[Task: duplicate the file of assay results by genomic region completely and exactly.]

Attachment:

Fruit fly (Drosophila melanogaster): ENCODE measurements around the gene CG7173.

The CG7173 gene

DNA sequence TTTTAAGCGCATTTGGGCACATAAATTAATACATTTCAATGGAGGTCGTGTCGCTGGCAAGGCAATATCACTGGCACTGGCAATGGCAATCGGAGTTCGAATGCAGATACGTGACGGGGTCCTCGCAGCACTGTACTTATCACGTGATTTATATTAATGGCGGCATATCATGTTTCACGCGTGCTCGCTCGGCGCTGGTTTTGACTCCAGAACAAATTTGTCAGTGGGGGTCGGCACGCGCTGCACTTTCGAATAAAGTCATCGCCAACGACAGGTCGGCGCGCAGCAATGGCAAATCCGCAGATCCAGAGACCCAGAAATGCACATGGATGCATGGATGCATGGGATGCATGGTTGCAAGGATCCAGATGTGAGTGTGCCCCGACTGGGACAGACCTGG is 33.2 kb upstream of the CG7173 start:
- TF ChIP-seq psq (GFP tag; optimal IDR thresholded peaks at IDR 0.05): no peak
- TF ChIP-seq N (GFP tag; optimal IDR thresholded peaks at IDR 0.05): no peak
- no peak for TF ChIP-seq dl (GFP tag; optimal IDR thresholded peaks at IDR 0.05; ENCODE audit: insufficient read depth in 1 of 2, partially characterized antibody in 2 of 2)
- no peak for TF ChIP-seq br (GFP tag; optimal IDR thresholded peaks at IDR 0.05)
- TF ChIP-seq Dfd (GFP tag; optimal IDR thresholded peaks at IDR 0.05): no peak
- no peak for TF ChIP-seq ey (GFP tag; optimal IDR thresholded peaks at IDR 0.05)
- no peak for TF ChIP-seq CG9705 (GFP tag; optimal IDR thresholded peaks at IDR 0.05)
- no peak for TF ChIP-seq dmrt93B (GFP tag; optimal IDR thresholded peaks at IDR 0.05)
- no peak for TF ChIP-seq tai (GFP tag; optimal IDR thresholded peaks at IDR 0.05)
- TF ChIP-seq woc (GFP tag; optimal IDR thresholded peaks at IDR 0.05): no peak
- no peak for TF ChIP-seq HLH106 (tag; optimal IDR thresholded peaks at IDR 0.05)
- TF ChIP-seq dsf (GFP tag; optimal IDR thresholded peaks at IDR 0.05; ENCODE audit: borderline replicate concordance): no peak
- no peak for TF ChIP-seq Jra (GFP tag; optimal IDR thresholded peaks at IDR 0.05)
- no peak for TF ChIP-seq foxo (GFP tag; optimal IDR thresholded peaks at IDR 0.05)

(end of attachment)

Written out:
Fruit fly (Drosophila melanogaster): ENCODE measurements around the gene CG7173.

The CG7173 gene

DNA sequence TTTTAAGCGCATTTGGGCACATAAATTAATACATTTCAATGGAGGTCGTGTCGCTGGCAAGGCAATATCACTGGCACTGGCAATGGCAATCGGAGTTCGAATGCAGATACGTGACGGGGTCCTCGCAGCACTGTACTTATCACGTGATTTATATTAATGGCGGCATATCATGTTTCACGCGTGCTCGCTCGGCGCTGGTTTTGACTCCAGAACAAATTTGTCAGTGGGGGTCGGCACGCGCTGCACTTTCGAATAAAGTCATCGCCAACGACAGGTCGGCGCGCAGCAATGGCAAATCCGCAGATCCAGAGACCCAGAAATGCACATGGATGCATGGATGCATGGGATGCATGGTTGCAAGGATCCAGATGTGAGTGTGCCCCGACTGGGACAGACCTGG is 33.2 kb upstream of the CG7173 start:
- TF ChIP-seq psq (GFP tag; optimal IDR thresholded peaks at IDR 0.05): no peak
- TF ChIP-seq N (GFP tag; optimal IDR thresholded peaks at IDR 0.05): no peak
- no peak for TF ChIP-seq dl (GFP tag; optimal IDR thresholded peaks at IDR 0.05; ENCODE audit: insufficient read depth in 1 of 2, partially characterized antibody in 2 of 2)
- no peak for TF ChIP-seq br (GFP tag; optimal IDR thresholded peaks at IDR 0.05)
- TF ChIP-seq Dfd (GFP tag; optimal IDR thresholded peaks at IDR 0.05): no peak
- no peak for TF ChIP-seq ey (GFP tag; optimal IDR thresholded peaks at IDR 0.05)
- no peak for TF ChIP-seq CG9705 (GFP tag; optimal IDR thresholded peaks at IDR 0.05)
- no peak for TF ChIP-seq dmrt93B (GFP tag; optimal IDR thresholded peaks at IDR 0.05)
- no peak for TF ChIP-seq tai (GFP tag; optimal IDR thresholded peaks at IDR 0.05)
- TF ChIP-seq woc (GFP tag; optimal IDR thresholded peaks at IDR 0.05): no peak
- no peak for TF ChIP-seq HLH106 (tag; optimal IDR thresholded peaks at IDR 0.05)
- TF ChIP-seq dsf (GFP tag; optimal IDR thresholded peaks at IDR 0.05; ENCODE audit: borderline replicate concordance): no peak
- no peak for TF ChIP-seq Jra (GFP tag; optimal IDR thresholded peaks at IDR 0.05)
- no peak for TF ChIP-seq foxo (GFP tag; optimal IDR thresholded peaks at IDR 0.05)